Durae McFarlane & Amy Keating. Set & lighting design by Nick Blais. Projection design by Nick Bottomley. Costume & lobby design by Anahita Dehbonehie. Photo by Dahlia Katz.
Outside the March and Crow’s Theatre join forces to present Annie Baker’s Pulitzer Prize-winning love letter to the 35mm movie theatre in The Flick, directed by Mitchell Cushman, assisted by Katherine Cullen and Rebecca Ballarin, and running in the Guloien Theatre at Streetcar Crowsnest. Intimate, entertaining and immersive, workplace shenanigans, friendship, loyalty and personal demons emerge in the world of a run-down dive of a neglected movie house and the lives of three people who work there for minimum wage.
When you enter the Guloien Theatre, the audience seating faces rows of empty movie theatre seating, with a raised projection booth up centre. As the lights go down, the projector comes to life in the booth (projection design by Nick Bottomley), accompanied by Richard Feren’s sound design, giving you the full movie theatre experience—from a different perspective from the one we’re used to experiencing—including production company theme music and movie soundtrack snippets that play along with the light show.
It’s Avery’s (Durae McFarlane) first day on the job at The Flick Cinema, a run-down endangered species of a 35mm movie house in Massachusetts run by absentee owner/manager Steve (who we never meet). Veteran usher Sam (Colin Doyle) shows him the ropes of the walk-through—sweeping up and collecting trash in between screenings (and even waking up the occasional sleeper: Brendan McMurtry-Howlett). Rose the projectionist (Amy Keating) is working up in the booth; and despite Sam’s enthusiastic attempts to catch her attention, she’s not having it.
Avery is a college student, working there as a summer job; and he’s a big-time movie nerd and six degrees of separation savant, as Sam soon learns, much to his amazement. Sam’s broad tastes in movies include more popular, mass appeal films; and Avery is a serious film snob. And while Sam pursues the attentions of Rose, Rose seems to be interested in getting to know the new guy Avery.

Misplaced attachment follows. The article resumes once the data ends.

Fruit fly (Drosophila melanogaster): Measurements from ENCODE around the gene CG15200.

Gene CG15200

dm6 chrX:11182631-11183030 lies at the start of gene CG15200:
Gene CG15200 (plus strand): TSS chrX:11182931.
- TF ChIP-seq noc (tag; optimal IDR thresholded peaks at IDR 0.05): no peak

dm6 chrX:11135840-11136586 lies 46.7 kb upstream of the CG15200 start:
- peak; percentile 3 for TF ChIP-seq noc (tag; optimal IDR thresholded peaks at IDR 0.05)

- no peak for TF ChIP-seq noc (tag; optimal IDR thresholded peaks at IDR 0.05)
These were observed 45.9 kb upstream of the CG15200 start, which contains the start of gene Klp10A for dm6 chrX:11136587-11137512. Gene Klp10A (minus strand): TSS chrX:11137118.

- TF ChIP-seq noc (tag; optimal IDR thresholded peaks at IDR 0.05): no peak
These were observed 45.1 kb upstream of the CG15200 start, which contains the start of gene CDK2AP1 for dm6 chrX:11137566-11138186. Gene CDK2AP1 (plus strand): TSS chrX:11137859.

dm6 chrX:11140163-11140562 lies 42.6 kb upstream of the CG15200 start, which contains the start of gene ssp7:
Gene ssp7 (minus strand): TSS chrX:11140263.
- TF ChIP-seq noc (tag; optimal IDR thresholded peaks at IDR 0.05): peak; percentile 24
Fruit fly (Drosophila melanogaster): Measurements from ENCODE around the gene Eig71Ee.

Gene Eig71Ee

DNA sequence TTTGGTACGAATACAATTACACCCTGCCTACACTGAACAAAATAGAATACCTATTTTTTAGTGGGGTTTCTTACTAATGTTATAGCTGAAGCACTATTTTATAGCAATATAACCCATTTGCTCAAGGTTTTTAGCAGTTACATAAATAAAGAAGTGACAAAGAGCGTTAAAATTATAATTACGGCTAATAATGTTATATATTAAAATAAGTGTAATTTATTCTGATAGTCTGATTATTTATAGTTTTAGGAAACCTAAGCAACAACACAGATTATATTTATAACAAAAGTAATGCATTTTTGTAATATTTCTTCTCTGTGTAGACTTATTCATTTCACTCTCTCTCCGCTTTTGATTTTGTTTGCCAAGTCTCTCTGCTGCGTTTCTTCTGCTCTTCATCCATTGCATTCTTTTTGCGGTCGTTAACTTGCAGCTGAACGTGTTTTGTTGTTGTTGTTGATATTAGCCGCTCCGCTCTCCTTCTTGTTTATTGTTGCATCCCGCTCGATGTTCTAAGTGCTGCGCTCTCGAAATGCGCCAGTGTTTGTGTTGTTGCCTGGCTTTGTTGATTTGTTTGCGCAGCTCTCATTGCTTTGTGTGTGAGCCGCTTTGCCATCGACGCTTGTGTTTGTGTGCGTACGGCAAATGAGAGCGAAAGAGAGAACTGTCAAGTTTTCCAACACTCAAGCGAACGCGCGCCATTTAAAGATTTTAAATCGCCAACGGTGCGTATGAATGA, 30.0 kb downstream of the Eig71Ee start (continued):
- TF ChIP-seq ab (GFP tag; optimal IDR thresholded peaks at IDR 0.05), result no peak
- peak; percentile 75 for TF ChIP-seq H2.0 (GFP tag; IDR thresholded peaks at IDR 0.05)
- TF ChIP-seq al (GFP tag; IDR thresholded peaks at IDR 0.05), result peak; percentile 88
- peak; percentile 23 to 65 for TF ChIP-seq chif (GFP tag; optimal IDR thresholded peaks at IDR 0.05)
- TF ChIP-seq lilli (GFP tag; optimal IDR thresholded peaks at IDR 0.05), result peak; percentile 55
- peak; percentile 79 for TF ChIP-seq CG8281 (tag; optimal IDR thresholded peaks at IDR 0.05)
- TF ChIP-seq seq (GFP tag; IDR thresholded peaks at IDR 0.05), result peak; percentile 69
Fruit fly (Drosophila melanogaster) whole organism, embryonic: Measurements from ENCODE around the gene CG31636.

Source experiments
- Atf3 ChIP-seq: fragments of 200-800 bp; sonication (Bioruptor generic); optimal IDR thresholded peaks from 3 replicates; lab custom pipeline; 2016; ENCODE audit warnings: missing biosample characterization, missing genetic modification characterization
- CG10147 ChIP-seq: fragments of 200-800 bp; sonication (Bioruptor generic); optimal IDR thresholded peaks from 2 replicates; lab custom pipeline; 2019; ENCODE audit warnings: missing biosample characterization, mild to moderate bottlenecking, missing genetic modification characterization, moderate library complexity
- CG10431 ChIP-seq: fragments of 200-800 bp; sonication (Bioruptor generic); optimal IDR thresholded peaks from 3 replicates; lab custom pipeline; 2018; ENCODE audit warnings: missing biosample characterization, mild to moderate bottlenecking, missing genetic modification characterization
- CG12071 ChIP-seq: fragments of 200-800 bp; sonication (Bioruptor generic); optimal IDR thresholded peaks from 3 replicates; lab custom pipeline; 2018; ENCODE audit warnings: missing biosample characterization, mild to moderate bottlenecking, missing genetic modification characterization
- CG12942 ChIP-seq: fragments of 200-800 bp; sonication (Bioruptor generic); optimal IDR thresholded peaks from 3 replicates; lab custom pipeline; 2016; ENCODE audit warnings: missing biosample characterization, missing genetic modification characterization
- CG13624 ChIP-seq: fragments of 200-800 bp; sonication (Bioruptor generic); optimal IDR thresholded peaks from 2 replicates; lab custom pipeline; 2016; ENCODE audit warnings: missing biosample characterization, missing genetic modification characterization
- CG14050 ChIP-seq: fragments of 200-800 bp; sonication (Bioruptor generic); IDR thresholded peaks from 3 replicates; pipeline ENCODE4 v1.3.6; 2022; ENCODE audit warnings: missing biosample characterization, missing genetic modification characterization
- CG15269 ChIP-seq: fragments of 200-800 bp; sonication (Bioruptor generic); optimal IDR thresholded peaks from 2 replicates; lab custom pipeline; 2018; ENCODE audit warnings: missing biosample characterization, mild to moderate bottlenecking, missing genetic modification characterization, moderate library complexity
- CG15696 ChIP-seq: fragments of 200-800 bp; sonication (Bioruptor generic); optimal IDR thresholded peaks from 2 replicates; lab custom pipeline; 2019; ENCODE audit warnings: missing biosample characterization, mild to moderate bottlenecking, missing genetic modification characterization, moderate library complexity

As the relationship and workplace dynamics unfold, the three gradually and selectively reveal themselves to each other—and to us. Avery is dealing with some heavy psychological and emotional shit, including family issues. Sam is resentful that younger, less experienced staff are being promoted over him; and he keeps his family life close to the chest. Serial monogamist party girl Rose thinks there’s something wrong with her. And rumour has it that Steve may be selling The Flick; and in an age where 35mm is being replaced with digital, this means it will likely be updated with a digital projector—something that film buff Avery can’t abide. Various levels of privilege are highlighted; while Avery is Black, and having a professor father means a free ride to college, he’s the most likely to get blamed (by their racist boss) for screw-ups at work. Sam and Rose enjoy white privilege, but their familial and financial circumstances mean heavy student debt or no college at all, and a struggle to survive with minimum wage jobs. In the end, friendship and loyalty are put to the test as revelations and consequences emerge.
Remarkable work from this outstanding cast, each creating a sharply-drawn, authentic and flawed character that we all end up rooting for; and like in real life, they’re all putting on a show of sorts, wearing the public masks we all don on a daily basis—and occasionally, the masks are lifted and things get real. Doyle is endearing and entertaining as Sam; there’s a combination of grumpy old man and chill young dude that masks Sam’s discouragement at being personally and professionally rejected. He’s in love, but can he bring himself to say so? McFarlane is an adorkable delight as Avery; highly intelligent, socially awkward and longing for a friend, there’s a lost little boy quality about Avery that hints at a deeper internal conflict. Keating brings a lovely combination of fire and vulnerability to the high-octane, free spirit Rose; as much of an extrovert as Avery is an introvert, Rose is a free spirit whose desires are expressed in brief and intense sexual relationships. Even though Rose does what she likes and likes what she does, she wonders about the long term—and if something is really wrong with her.
All the world’s a stage—or in this case, a movie screen—and we’re all merely players. Real life isn’t like it is in the movies, but sometimes we can hit some of those sweet spots. And we all have opportunities to choose to get real and drop the stereotype mask for a moment, or not.
The Flick continues at Streetcar Crowsnest, extended by popular demand to November 2; advance tickets available online. Advance booking recommended; this is a really popular show.
LWMC: Hey busy lady, congrats on this exciting commission from Outside the March. How did you come to be involved in 100 Outside Voices?